Wednesday, February 06, 2008

Precedential No. 2: TTAB Issues Sanctions For Discovery Abuses

Whenever the TTAB issues a precedential decision, I try to discern what point the Board is trying to make. In this, the second precedential decision of 2008, the message I get is this: don't mess with Interlocutory Attorney Andrew Baxley. Opposer HighBeam Marketing learned that lesson the hard way when it failed to comply with a Board order compelling additional discovery responses. Opposer also made the mistake of refusing to allow its expert witness to testify pursuant to a court subpoena unless Applicant put up her fees in advance. HighBeam Marketing, LLC v. Highbeam Research, LLC, 85 USPQ2d 1902 (TTAB 2008) [precedential].

After the Order was issued, Opposer diddled and daddled until Applicant filed a motion for sanctions. With its opposition to the motion, Opposer produced an additional 1000 pages of documents, but that was too late to qualify as compliance with the Board's order. As a result, the Board issued sanctions: Opposer was precluded from using as trial evidence any information and documents relating to actual confusion, relatedness of the parties' services, and overlap of purchasers, that were in Opposer's possession, custody, or control but were not produced prior to the filing of the sanctions motion.

As to the expert witness subpoena, Opposer's counsel refused to allow the witness to testify unless Applicant advanced funds sufficient to cover seven hours of her time along with travel expenses. Neither Opposer nor the witness sought to have the issuing court quash the subpoena.

The Board found that Opposer's counsel "clearly prevented the deposition from proceeding by insisting on resolution of a fee dispute prior to a deposition." [The Board pointed out in footnote 4 that FRCP 26(b)(4)(C) calls for the payment of a reasonable fee, but that rule was not applicable to TTAB proceedings when the subpoena was issued.] The fee dispute "could have been resolved in the district court that issued the subpoena after the taking of the deposition."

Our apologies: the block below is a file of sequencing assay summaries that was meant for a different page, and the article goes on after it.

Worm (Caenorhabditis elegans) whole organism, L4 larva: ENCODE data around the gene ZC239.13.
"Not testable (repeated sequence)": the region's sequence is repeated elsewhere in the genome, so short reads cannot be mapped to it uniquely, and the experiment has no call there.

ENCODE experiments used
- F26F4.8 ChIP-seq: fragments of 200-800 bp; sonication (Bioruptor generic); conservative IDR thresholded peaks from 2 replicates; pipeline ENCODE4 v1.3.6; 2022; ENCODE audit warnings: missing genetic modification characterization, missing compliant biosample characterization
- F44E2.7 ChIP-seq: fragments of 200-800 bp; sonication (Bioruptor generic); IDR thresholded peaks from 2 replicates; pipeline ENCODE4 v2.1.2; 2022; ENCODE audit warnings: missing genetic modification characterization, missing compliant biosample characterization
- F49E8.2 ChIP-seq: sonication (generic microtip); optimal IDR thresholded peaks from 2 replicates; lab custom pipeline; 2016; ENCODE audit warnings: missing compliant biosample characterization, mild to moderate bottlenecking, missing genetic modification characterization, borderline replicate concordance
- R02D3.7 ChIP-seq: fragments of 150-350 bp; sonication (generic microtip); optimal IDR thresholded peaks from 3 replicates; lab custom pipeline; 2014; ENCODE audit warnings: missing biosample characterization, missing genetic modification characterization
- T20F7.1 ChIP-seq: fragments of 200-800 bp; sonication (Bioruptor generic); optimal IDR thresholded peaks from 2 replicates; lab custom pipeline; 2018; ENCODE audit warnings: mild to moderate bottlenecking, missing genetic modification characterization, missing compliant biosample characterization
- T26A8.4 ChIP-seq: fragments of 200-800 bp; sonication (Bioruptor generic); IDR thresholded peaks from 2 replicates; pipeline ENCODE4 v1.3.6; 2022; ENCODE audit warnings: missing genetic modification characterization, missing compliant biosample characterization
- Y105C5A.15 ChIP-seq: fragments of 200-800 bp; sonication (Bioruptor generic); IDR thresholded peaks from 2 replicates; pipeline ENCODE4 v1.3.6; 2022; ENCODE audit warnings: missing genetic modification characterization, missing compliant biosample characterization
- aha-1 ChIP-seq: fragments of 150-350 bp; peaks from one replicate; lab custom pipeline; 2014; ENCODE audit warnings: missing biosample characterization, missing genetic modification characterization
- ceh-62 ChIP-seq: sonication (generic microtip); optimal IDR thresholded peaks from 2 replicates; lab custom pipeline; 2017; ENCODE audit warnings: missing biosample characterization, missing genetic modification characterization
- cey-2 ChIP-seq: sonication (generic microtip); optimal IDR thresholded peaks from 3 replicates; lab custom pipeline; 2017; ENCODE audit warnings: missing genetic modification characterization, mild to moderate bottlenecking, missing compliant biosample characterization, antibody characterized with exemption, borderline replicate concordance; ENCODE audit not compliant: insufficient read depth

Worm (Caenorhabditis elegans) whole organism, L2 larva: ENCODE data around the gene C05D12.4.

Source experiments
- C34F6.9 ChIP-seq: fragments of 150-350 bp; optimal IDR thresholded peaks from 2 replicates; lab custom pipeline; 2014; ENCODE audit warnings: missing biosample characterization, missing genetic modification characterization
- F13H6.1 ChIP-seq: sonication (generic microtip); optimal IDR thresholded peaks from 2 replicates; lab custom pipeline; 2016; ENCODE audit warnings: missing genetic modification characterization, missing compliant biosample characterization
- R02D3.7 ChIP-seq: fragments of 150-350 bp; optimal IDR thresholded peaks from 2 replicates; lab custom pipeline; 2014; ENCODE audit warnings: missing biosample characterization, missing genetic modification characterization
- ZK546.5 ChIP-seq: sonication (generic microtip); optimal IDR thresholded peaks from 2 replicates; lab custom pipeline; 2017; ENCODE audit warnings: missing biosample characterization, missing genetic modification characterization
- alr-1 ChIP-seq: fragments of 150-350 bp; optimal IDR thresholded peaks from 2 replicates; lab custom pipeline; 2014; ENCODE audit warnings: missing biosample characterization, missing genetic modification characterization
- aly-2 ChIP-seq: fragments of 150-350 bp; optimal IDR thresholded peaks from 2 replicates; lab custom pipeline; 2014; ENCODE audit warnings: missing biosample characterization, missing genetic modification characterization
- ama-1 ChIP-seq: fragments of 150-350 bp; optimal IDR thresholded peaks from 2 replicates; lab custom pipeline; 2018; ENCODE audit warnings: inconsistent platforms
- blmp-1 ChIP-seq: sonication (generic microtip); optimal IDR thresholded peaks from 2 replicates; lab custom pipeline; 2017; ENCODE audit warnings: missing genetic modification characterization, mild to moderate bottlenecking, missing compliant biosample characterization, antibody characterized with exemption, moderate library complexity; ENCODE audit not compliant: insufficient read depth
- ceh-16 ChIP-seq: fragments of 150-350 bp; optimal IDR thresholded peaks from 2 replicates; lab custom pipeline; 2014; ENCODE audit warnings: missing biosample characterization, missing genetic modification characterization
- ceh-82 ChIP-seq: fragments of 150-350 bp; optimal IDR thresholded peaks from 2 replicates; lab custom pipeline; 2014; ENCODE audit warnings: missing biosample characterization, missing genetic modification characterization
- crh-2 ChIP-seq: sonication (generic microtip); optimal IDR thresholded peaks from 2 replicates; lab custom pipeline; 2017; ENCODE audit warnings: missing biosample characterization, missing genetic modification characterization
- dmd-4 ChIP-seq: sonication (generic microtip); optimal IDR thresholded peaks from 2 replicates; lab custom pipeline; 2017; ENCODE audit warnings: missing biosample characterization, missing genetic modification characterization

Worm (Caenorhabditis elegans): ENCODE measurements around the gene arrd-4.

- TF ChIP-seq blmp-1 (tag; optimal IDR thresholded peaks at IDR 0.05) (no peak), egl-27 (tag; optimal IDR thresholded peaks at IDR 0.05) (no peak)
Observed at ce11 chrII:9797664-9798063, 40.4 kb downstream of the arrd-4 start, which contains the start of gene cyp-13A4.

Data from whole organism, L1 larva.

The Board found a sanction necessary, and it precluded Opposer from using as trial evidence the survey prepared by the expert, any summary report of the survey results, and any testimony of the witness.

Finally, the Board noted Opposer's lack of cooperation in scheduling the depositions of three of Opposer's employees, and it ordered Opposer to produce those employees for deposition within 30 days.

TTABlog comment: The sanction regarding the expert witness seems a bit harsh. Opposer didn't completely refuse to produce the witness. It just wanted the fees up front. Apparently from what the Board is saying (not too clearly), FRCP 26(b)(4)(C) now does apply in Board proceedings. So why not just give the Opposer a strong warning and give it 30 days to produce the witness, with the fee question to be determined later? Was its position that outrageous?

And by the way, is there any limit to the Board's "inherent authority to sanction"?

Text Copyright John L. Welch 2008.


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